Tissue engineering: Strong hydrogel carries current


Supporting a hydrogel with a carbon-nanotube network helps to grow muscle tissue for medical applications

Myoblasts (green) can fuse to form functional muscle fibers after aligning in grooves within a carbon-nanotube-supported hydrogel. Cell nuclei are stained in blue.
Myoblasts (green) can fuse to form functional muscle fibers after aligning in grooves within a carbon-nanotube-supported hydrogel. Cell nuclei are stained in blue.

© 2013 WILEY-VCH Verlag GmbH & Co. KGaA, Weinheim

Cultured cells can form functional, three-dimensional tissue if given a suitable scaffold to guide their growth. Biocompatible hydrogels — which contain mostly water — provide useful scaffolds for some cell types. However, the usual method of stiffening hydrogels by reducing their water content can impede cell growth. In addition, hydrogels do not typically conduct electricity, making them unsuitable for cells that require electrical stimulation to grow.

Samad Ahadian and colleagues from the AIMR at Tohoku University have now used carbon nanotubes to create a hydrogel that is both sturdy and a good conductor of electricity1. The addition of nanotubes presents an alternative way to tune both the mechanical and electrical properties of hydrogels, the researchers say.

Using a gelatin methacrylate hydrogel as a base, the researchers added multi-walled carbon nanotubes — thin straws of carbon atoms measuring 40–90 nanometers in diameter — to double the hydrogel’s stiffness.

Initially, the nanotubes were randomly oriented in the gel, but the researchers were able to align them by applying an electric field. Next, they used a burst of ultraviolet light to form bonds between the gelatin methacrylate molecules, fixing the nanotubes in place. The nanotube network enabled the gel to carry between 100 and 1,000 times more current than the unaligned nanotubes, depending on the nanotube concentration.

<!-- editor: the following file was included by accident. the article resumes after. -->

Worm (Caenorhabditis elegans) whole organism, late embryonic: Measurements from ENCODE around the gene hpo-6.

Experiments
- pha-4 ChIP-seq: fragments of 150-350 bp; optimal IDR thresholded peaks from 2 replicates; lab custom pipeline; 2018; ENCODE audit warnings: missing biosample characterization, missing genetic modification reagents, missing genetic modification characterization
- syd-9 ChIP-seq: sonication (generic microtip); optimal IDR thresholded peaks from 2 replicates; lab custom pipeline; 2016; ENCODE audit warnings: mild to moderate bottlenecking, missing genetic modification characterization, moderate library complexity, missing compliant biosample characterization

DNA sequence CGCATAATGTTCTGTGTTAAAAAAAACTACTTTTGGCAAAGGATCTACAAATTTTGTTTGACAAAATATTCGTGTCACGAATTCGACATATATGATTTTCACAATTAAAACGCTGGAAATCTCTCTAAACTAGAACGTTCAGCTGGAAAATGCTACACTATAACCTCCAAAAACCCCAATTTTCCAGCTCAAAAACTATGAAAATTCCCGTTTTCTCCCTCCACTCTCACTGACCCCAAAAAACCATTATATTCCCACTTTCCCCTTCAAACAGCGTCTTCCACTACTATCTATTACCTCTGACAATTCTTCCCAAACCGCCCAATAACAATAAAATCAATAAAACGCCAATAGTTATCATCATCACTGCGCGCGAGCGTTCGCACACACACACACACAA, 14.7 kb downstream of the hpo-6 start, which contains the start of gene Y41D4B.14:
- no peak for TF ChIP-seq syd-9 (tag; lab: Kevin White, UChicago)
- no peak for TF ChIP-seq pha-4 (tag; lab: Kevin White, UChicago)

The researchers then tested their hydrogel as a growth medium for C2C12 mouse muscle myoblasts, a type of muscle cell that can fuse together to form myotubes. The myotubes in turn mature into myofibers, which behave like normal muscle tissue.

More than 95 per cent of the myoblasts seeded into the nanotube-laden gel survived. Additionally, after three days in culture the growth of the cells accelerated thanks to the greater number of anchoring sites offered by the nanotubes.

By creating a groove in the hydrogel, the researchers were able to encourage myoblasts to line up end-to-end, helping them to form healthy myotubes that could contract properly. After eight days in culture, the researchers applied a small voltage that promoted muscle cell differentiation along the groove — an effect that was most pronounced in the aligned-nanotube hydrogel (see image).

Hydrogel-grown muscle tissue has numerous potential medical applications. “Engineered muscle tissues can be used as an efficient platform to investigate drug candidates to treat diabetes,” explains Ahadian. “Such tissues can be made using a patient’s own muscle cells, which could be a major step toward personalized medicine and would make it possible to eliminate expensive and time-consuming animal experiments for drug screening.”


  1. Ramón-Azcón, J., Ahadian, S., Estili, M., Liang, X., Ostrovidov, S., Kaji, H., Shiku, H., Ramalingam, M., Nakajima, K., Sakka, Y. et al. Dielectrophoretically aligned carbon nanotubes to control electrical and mechanical properties of hydrogels to fabricate contractile muscle myofibers. Advanced Materials 25, 4028–4034 (2013). | article

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